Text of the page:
Divest McGill Occupies Campus To Remind Students and Faculty Who The University Is For

Image courtesy of Divest McGill


As students returned to McGill from Reading Week, they may have noticed that downtown campus looks a little bit different. There is more slush than snow on the ground. More students and faculty flow in and out of buildings. And, outside of the Arts Building, a giant yellow banner waves out reading, “Occupation En Cours.”

This display is part of Divest McGill’s movement to Occupy McGill: a confrontational demonstration intended to decolonize, democratize, and demand climate action from McGill’s administration. Divest McGill’s occupation aims to use tactics of visibility and disruption to expose the growing rift between student and faculty interests on campus, versus those of the McGill administration.

“As you may or may not know, we are approaching the ten year anniversary of Divest McGill, shared Olivia, U3 Arts and Divest McGill organizer.* “It is clear now more than ever that we need intense escalation and confrontation, in addition to community-building and mobilization.”

Divest McGill was founded in 2012 in an effort as “Decorporatize McGill,” but it changed its name to embody an environmental mission. Amidst increasingly frightening predictions from top environmental scientists, the direct action group calls for McGill to totally and openly divest from the top 200 fossil fuel companies around the world. Over the past decade, Divest McGill has grown to encompass over 150 students, and it has employed tactics such as petitions, dance parties, and viral videos.

Occupy McGill aims to embody similar principles of democratization and grassroots dialogue.

This protest in particular arrives at the ten year anniversary of the 2012 Quebec student strikes, in which students in universities across Quebec protested a tuition hike under the Charest government. With tents stretched across the main hall of the Arts building and food in reusable tupperwares being handed out from student to student, Occupy McGill aims to embody similar principles of democratization and grassroots dialogue.

“We see this space as an opportunity to engage with the student body in dialogue with the common problems our community members are facing,” said Leo, U2 Science. “[Occupy McGIll] is a way to mobilize the student body and build relationships in order to imagine a new way to organize the university in the future.”

It’s telling the community around us that this is our space as much as it is anybody else’s.

As students and professors passed by the protest on their way to class, Olivia mentioned why the Arts building was the perfect spot for Divest McGill’s demonstration. “We are in the Arts building, which is one of the most symbolically important buildings in the McGill community and the broader Montreal community. It’s telling the community around us that this is our space as much as it is anybody else’s.”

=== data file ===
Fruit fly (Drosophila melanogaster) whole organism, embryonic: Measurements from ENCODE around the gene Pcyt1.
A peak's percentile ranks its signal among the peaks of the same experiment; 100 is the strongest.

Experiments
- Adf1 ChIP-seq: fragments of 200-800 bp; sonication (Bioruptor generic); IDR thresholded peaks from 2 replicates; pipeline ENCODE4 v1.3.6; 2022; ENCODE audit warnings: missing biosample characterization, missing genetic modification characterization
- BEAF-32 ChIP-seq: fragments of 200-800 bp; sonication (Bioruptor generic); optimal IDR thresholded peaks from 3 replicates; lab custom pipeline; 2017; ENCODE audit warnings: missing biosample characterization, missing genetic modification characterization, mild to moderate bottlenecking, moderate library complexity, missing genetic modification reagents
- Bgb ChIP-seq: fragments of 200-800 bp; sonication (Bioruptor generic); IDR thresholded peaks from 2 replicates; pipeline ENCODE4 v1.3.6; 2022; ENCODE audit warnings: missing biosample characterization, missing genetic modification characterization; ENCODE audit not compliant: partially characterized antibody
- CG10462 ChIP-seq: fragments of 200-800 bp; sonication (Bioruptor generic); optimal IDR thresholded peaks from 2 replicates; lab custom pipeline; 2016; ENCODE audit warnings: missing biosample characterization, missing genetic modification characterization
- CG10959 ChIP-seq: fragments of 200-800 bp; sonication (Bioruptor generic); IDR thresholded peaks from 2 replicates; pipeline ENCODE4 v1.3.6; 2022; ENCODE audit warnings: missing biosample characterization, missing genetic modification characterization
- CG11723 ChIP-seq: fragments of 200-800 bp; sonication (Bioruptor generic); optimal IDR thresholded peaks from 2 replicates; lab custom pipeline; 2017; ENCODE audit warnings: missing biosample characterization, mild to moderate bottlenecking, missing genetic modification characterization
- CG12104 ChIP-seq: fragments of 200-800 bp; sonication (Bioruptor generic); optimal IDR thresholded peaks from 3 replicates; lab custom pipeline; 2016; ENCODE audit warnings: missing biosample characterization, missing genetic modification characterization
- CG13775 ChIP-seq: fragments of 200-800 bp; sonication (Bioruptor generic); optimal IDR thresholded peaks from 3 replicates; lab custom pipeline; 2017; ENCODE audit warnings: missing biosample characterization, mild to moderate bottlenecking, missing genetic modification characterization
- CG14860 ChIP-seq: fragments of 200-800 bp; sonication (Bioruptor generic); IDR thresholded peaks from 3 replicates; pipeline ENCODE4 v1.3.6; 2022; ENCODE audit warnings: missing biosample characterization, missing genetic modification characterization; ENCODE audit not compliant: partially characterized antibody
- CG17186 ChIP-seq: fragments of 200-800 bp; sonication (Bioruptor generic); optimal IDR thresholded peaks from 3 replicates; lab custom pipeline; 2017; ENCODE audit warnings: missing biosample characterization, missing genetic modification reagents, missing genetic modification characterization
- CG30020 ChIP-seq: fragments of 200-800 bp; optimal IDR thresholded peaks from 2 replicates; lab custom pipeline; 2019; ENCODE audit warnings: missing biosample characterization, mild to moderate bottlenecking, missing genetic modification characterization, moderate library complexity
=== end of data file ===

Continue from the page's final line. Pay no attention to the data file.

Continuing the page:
In October 2021, the University of Toronto announced its plans to divest from all direct investments in fossil fuels in the upcoming twelve-month period. Elsewhere in Canada, the University of Waterloo announced its plans to divest last June, which followed the example of Harvard University in the United States.

McGill, however, has yet to match the University of Toronto’s extensive commitments. In a recent interview with the Bull & Bear, outgoing Principal Suzanne Fortier mentioned Divest McGill assured that McGill is indeed taking substantial steps to abate the climate crisis. She cited examples such as the university adopting a comprehensive and expensive decarbonization strategy, as well as introducing a new course about climate literacy and sustainability that will be accessible for all students.

Yet, for many student activists, these commitments are incomplete without total and transparent divestment from fossil fuels. Within the Arts building on Tuesday, amidst walls of sticky notes and hand-drawn posters, there existed a shared sense of disillusionment about what the administration says and promises, versus what students and faculty at McGill actually experience.

There were certain demands with students and faculty that were just not met.

“One disconnect for me was how the administration just doesn’t seem to care,” said Leo, explaining how his experiences attending McGill did not match his expectations as a prospective student. “We saw this with COVID. There were certain demands with students and faculty that were just not met.”

Notably, Divest McGill views climate justice as intrinsically tied to other social justice causes. In addition to calls for divestment, the group also expresses solidarity with Indigenous peoples and other marginalized identities. For instance, Divest McGill was particularly active during the Wet’suwet’en anti-pipeline demonstrations last year, and the Occupy McGill official manifesto explicitly states how the organization aligns themselves with anti-capitalist and anti-colonial politics.

While the Occupy McGill campaign is indeed protesting the actions of the inert administration and disrupting the flow of foot traffic on campus, Olivia and Leo wanted to remind the Bull & Bear that they were not protesting in spite of the university or to burden students and faculty on campus. Rather, they have gathered in the Arts building because they care about the well-being of students and faculty at McGill, and they would like to see campus interests represented over the interests of CEOs and shareholders.

“This is motivated out of love for the McGill community and the people that make this place what it is,” said Olivia. “This is for the students, staff, and faculty at McGill.”


Names in this article have been changed to respect the wishes of the organizers and protestors to remain anonymous.


EDIT 09/14/22: Title has been changed.

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